There isn't a single hypnobirthing technique that isn't a skill for life. So I encourage you, pregnant or not, the next time you notice you're having the urge to change what is, wishing for the future or yearning for the past, bring your attention to accepting the moment for what it is. Breathe out resistance and notice how much easier things feel. It works.
One of the biggest misconceptions about hypnobirthing is that, it's all about having babies. Women have heard that if you do everything your teacher tells you to do, you will have a quick, straight forward, pain free, vaginal birth. Now, there's no easy way to say this...but that's all pretty much a nonsense.
A few weekends ago I was having coffee with a friend. We have a lot in common, not least of which is that we are both caesarean section mamas grieving the loss of the birth we deserved. "I'm thinking about siblings" she said, "do you think it's worth trying for a VBAC?" It was a simple question; but the weight of it hung between us, sodden with emotion.
One thing that was not lost amongst the milk hazed chaos was how at certain points during those first intrepid weeks, me and my post baby self could have done with a list of new mum home truths that cut through the inertia of new mum bullshit and instead brought me and my over active worries back down to reality.
I'm due to give birth tomorrow. I've never done it before and like many women my age (early 30s - just), I've agonised over whether now is the right time. Will it wreck my career? Do we have enough money to feed and clothe another human being? Will we become one of those couples who fill social media feeds with massively un-fascinating photos of their dribbling offspring?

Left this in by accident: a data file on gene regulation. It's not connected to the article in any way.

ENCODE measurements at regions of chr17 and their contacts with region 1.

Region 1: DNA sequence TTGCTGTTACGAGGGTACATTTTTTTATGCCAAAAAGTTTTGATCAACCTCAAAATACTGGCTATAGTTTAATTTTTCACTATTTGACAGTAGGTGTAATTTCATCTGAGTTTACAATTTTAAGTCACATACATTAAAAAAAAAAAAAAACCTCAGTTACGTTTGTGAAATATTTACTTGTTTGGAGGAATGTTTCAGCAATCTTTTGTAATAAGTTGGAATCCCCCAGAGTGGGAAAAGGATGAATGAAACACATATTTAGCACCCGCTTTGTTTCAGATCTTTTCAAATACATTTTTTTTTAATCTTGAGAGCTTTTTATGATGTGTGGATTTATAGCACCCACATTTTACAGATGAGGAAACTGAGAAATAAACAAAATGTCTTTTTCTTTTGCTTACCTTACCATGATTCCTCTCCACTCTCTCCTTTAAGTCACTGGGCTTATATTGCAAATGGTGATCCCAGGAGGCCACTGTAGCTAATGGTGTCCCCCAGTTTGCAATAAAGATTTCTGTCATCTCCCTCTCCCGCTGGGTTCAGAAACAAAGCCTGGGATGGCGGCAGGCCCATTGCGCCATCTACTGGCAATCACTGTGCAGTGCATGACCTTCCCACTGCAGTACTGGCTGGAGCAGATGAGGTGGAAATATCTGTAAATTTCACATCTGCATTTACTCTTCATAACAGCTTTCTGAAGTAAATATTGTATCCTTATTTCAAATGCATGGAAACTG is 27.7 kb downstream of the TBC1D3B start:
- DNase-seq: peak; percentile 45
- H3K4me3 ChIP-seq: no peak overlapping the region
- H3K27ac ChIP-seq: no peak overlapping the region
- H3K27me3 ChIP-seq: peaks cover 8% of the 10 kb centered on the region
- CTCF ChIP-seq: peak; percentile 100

It's a time when you're emotionally and physically changing in ways you've never experienced. Every twinge, ache or peculiar symptom is often followed by a frantic search online. Add in the need to know what 'to do' during pregnancy - what to eat, what not to eat, which exercises are safe, and so on...
If we accept that birth has become a multi-billion dollar business around the world, then all expectant parents are consumers of that business. As consumers, all expectant parents have rights and they have a voice. Collectively, theirs is a very powerful voice that can be used as a catalyst to drive change.
A complete norm, or the truly typical does not exist. How long it takes to conceive, the exact length of your pregnancy, how much your baby weighs, feeds, fills her nappy, wants to be held and sleeps is no different. Neither your body, not your baby have the latest iBaby App or manual from a childcare expert telling them what is expected...
It's important that we recognise that some men will not benefit from being at the birth of their child. For some people this would seem like a step backwards, the exclusion of anyone based on their sex, from anything, will always be seen as such, but we must remember that a father's mental health is important too.
As a recurrent miscarrier, it can be hard to be around pregnant women and babies. Emotions swing between jealousy, self-hatred (I never used to be so nasty) and sadness for what I've lost. Self-preservation has a lot to do with it. That and the abject humiliation of having to leave a 2 year old's birthday party because you can't stop crying (got the t-shirt).